Real Madrid, Barcelona
Cristiano Ronaldo and Real Madrid rose above Barcelona in 2014. Reuters

After Barcelona reigned supreme under Frank Rijkaard and then emphatically Pep Guardiola, 2014 was the year when Real Madrid decisively regained the advantage in soccer’s most famous rivalry. Following a run of six La Liga titles in nine years and three Champions League crowns in five years, Barcelona went through 2014 without a trophy, while Real Madrid hovered up three pieces of major silverware and a Spanish record run of consecutive victories to finish the year as the most dominant club in Spain and arguably the best in the world.

The year began with both teams in manner of transition, with Barcelona still clinging to their glory years, but trying to integrate a new star in Neymar under a new coach in Tata Martino and Real Madrid still striving to find the right balance in their lineup of attacking stars. The deficiencies and undeniable talents of both were on show in a thrilling first Clasico of the year as Barcelona triumphed 4-3 at the Bernabeu to get a crucial three points in their quest to retain their title.

Of course, while the two rivals dueled it out, Atletico Madrid upset both in incredible fashion to break the Clasico stranglehold over the Spanish title. Despite never truly convincing throughout the season, Barcelona went into the final day knowing that a win over Diego Simeone’s side at home would see them crowned champions. But a 1-1 draw and the manner of it summed up the decline in Barcelona’s once close to unstoppable rhythm of probing passing and incessant pressing. With Xavi’s influence declining and Lionel Messi now seemingly human, Barcelona lacked direction, not only on the pitch but off it, where president Sandro Rosell resigned after allegations of impropriety over the transfer of Neymar.

Real Madrid, meanwhile had taken their eye off the league as they chased a 10th European Cup. Yet a stunning goal from Gareth Bale had already given them the Copa del Rey courtesy of a victory over Barcelona in the final. A sense that something special awaited truly emerged when Madrid recorded a sensational 5-0 aggregate win over champions Bayern Munich in the semifinals of the Champions League. Madrid had become a more possession-centered team under Carlo Ancelotti, but the tie was further evidence that the Italian was soccer’s greatest pragmatist, without a real tactical identity but instead always molding his approach to the players at his disposal and the opponents in front of him. After being given a mighty scare by neighbors Atletico in the final, Ancelotti delivered Madrid their long-sought “La Decima.”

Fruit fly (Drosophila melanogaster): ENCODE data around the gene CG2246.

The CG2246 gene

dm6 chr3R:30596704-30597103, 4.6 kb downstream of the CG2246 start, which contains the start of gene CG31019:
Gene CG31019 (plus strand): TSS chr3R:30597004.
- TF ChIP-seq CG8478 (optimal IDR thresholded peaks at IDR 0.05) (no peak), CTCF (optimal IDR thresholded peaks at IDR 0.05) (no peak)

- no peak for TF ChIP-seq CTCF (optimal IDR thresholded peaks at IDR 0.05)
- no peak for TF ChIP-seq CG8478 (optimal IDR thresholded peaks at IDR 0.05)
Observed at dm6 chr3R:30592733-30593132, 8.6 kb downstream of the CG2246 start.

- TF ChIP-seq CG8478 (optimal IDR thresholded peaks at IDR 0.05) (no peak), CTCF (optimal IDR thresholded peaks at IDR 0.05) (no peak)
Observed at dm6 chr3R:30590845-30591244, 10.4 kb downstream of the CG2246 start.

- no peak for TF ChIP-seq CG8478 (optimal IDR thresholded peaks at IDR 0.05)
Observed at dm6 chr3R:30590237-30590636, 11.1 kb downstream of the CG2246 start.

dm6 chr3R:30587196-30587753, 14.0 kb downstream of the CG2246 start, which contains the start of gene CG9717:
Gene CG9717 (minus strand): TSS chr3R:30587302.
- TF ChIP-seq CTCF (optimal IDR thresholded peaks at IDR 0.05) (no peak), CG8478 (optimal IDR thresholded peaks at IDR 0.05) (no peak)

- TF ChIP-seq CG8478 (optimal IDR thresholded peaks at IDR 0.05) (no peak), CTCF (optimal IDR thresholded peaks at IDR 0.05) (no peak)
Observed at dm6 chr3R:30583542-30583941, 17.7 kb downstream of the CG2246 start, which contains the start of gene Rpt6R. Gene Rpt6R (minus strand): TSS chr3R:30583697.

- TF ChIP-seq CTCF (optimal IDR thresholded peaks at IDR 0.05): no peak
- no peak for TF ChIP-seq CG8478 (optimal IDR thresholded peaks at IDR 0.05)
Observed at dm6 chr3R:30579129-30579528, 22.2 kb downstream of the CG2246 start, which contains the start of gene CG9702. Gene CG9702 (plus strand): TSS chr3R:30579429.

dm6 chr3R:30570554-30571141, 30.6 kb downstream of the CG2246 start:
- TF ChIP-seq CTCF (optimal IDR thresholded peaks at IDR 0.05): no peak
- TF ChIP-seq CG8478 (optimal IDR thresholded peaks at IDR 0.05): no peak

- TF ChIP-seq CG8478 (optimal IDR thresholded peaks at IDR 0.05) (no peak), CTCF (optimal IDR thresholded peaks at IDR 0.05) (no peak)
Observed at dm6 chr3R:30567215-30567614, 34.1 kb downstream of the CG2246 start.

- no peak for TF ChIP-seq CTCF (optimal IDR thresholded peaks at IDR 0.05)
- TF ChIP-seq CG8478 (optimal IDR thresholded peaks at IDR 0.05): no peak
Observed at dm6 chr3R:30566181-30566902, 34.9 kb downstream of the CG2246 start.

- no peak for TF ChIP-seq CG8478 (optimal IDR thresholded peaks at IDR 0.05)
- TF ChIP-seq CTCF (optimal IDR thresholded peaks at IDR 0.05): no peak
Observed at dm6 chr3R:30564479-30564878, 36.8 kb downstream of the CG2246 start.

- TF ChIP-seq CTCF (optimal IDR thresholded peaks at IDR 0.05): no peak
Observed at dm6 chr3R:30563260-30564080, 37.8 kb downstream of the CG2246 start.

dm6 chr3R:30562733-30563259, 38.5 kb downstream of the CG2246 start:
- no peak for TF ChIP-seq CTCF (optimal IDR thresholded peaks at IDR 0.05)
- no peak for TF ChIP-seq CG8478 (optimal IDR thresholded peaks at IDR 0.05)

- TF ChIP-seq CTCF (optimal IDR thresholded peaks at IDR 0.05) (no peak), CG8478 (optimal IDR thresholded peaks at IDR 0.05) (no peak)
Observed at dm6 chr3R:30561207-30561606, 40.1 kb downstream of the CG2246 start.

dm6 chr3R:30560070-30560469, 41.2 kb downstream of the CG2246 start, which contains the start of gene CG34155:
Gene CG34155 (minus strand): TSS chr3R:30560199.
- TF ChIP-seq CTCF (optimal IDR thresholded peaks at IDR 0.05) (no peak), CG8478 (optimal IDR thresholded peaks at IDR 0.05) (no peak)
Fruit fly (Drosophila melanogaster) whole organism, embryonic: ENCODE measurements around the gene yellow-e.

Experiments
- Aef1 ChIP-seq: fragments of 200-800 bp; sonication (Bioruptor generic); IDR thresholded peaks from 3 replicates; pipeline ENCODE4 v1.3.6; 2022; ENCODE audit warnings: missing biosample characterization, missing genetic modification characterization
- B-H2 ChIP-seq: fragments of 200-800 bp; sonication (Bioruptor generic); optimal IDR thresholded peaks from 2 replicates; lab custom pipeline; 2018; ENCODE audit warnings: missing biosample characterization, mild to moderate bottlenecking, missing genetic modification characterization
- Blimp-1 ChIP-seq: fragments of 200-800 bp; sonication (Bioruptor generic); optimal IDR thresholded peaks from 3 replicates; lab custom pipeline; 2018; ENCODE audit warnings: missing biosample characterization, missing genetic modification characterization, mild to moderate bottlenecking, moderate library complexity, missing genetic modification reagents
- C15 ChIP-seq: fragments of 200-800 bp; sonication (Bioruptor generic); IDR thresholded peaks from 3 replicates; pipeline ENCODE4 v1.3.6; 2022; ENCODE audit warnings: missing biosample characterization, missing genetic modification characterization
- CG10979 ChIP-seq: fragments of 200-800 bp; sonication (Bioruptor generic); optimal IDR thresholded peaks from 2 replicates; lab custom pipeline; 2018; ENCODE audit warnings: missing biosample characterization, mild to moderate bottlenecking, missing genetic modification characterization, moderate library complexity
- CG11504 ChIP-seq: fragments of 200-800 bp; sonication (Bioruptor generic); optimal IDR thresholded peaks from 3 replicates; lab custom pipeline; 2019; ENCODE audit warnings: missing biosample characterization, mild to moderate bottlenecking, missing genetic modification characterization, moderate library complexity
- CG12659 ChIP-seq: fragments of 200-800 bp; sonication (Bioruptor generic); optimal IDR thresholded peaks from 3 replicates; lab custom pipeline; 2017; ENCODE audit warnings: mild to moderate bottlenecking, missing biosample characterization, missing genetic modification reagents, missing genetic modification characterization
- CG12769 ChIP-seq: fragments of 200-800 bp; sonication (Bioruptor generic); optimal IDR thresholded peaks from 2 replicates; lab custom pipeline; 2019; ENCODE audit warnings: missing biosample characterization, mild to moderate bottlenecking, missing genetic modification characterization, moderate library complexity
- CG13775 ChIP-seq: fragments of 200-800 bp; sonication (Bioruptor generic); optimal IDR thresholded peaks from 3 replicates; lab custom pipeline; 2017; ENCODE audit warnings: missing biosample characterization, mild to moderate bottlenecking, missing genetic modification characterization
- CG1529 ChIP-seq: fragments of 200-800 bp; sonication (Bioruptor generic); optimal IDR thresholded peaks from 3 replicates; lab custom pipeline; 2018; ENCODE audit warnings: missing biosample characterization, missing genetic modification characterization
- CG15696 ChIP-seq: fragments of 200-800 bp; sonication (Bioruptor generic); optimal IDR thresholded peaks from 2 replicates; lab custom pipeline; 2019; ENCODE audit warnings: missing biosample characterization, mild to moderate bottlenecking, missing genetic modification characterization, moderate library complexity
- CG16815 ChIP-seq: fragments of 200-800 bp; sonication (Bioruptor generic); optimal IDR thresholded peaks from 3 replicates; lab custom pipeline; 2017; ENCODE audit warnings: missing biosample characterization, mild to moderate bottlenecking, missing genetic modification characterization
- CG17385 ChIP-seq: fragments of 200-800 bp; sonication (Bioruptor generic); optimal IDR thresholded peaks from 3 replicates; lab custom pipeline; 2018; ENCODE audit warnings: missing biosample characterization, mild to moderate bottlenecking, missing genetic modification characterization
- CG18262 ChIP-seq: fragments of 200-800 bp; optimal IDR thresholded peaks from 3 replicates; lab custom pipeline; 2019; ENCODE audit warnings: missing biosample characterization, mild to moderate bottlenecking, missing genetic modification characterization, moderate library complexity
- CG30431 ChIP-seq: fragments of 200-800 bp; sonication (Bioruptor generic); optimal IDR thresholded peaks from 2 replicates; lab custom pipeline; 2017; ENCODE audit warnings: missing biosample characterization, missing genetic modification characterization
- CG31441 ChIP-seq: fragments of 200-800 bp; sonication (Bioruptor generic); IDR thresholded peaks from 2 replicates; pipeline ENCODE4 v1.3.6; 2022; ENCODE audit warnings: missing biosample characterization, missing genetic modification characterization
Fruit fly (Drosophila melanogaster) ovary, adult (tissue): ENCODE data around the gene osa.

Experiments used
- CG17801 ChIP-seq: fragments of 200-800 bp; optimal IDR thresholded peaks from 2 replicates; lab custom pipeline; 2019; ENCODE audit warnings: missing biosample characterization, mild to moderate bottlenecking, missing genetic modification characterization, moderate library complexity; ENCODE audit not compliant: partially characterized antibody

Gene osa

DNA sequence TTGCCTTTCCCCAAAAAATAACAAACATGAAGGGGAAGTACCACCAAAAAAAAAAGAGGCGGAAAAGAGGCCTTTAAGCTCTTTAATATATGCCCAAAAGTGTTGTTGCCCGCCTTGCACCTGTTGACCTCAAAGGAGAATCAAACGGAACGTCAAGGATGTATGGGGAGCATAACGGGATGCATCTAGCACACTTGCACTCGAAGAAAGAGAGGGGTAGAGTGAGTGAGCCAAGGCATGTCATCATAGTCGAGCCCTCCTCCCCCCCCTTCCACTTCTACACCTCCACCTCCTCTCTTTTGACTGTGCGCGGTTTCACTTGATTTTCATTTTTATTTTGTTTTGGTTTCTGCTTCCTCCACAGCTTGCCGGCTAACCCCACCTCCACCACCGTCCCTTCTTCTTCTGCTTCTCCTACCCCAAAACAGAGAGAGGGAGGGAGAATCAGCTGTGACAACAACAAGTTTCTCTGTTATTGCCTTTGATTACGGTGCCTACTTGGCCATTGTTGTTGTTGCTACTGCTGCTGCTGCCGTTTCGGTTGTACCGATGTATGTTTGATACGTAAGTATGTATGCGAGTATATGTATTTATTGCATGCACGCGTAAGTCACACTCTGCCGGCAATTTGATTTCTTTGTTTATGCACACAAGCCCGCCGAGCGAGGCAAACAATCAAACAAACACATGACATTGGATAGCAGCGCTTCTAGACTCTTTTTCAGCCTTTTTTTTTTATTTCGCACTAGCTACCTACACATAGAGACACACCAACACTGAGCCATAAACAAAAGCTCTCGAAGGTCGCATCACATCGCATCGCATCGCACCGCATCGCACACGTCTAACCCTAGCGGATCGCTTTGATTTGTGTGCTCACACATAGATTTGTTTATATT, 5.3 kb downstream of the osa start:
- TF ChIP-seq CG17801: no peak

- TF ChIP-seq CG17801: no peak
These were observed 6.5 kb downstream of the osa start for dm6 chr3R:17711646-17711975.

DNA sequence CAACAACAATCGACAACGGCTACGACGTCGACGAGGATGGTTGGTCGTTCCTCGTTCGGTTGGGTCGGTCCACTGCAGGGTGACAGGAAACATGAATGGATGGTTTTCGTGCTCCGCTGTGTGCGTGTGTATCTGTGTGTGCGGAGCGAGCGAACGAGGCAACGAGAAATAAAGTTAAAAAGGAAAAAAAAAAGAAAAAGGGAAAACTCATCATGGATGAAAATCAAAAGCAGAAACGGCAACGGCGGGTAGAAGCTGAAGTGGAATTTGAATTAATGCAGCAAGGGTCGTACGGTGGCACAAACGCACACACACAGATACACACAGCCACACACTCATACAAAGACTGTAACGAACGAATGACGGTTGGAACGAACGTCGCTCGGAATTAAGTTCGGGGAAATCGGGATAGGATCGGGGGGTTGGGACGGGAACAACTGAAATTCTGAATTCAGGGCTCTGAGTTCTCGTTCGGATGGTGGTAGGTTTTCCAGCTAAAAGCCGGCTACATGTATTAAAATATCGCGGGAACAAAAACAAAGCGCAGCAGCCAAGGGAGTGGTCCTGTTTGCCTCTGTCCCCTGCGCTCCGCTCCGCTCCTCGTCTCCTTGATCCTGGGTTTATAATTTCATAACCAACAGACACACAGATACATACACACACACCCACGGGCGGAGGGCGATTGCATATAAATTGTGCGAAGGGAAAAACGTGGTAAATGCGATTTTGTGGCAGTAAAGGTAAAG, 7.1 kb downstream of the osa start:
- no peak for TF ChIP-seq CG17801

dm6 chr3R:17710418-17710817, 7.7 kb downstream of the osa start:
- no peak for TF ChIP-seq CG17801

Despite losing two of the key balancers of their side over the summer in Xabi Alonso and Angel di Maria, and returning full throttle to the era of Galacticos, Madrid have gone from strength to strength this season. More than any other team in the world, they are capable of both controlling games through their quality in midfield and technical talents in attack as well as, through their resilience and phenomenal athleticism, sitting back and hitting opponents on the break. Including a 3-1 win over Barcelona, inspired by Cristiano Ronaldo, they finished 2014 with 22 successive victories, just four shy of the all-time world record, and with the Club World Cup added to their trophy cabinet. With such an attacking lineup, a sense that there must be vulnerabilities remains, but it will take something special to prove that theory and stop them from winning both La Liga or the Champions League.

A point behind, although having played a game more, in La Liga and safely into the last 16 of the Champions League, Barcelona remain in the hunt for the major trophies, too. However, they finish 2014 as they began it, without a clear identity.

The major signing of Luis Suarez again demonstrated a shift away from their homemade approach and style and more toward Real Madrid’s star-laden focus. Still, they appointed a manager in Luis Enrique chosen more for his links with the club and its ethos than for his achievements as a coach. And the former Roma and Celta Vigo boss has so far been unable to get the best out of an, on paper, exhilarating front three of Messi, Neymar and Suarez, while also struggling to mold a coherent team around the trio. The intensity on and off the ball of the club’s brilliant peak between 2008 and 2012 has yet to return.

Of course with such talent at their disposal they can still thrill, but, especially with a confirmed transfer ban preventing Barcelona from adding to their squad throughout 2015, Real Madrid look set to come out on top again in the next 12 months.